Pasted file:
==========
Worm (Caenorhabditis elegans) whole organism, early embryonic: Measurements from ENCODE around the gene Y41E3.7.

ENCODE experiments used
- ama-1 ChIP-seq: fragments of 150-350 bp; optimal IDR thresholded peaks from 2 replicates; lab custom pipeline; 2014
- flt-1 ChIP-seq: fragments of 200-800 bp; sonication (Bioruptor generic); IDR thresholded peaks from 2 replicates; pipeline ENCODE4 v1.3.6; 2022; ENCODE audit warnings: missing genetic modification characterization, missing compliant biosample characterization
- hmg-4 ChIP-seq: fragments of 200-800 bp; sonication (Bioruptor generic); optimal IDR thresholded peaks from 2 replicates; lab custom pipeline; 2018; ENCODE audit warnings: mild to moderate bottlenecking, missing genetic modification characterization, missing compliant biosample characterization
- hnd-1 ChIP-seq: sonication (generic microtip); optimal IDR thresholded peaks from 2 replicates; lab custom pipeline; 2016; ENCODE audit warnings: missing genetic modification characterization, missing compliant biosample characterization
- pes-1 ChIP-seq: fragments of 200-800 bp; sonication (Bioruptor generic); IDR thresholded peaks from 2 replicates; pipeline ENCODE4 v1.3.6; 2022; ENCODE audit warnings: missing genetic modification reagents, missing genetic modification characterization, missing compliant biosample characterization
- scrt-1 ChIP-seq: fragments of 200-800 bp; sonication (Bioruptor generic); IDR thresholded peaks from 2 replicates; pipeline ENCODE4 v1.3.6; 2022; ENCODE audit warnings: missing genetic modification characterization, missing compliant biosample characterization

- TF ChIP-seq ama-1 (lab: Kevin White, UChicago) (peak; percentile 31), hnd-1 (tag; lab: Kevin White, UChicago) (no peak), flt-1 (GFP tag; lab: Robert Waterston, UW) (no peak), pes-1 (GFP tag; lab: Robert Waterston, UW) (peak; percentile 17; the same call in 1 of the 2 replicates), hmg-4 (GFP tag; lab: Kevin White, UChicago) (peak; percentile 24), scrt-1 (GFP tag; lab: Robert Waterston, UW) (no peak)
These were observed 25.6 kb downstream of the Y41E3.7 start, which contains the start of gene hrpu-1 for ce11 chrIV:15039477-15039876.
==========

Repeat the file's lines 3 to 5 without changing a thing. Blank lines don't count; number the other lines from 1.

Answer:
- ama-1 ChIP-seq: fragments of 150-350 bp; optimal IDR thresholded peaks from 2 replicates; lab custom pipeline; 2014
- flt-1 ChIP-seq: fragments of 200-800 bp; sonication (Bioruptor generic); IDR thresholded peaks from 2 replicates; pipeline ENCODE4 v1.3.6; 2022; ENCODE audit warnings: missing genetic modification characterization, missing compliant biosample characterization
- hmg-4 ChIP-seq: fragments of 200-800 bp; sonication (Bioruptor generic); optimal IDR thresholded peaks from 2 replicates; lab custom pipeline; 2018; ENCODE audit warnings: mild to moderate bottlenecking, missing genetic modification characterization, missing compliant biosample characterization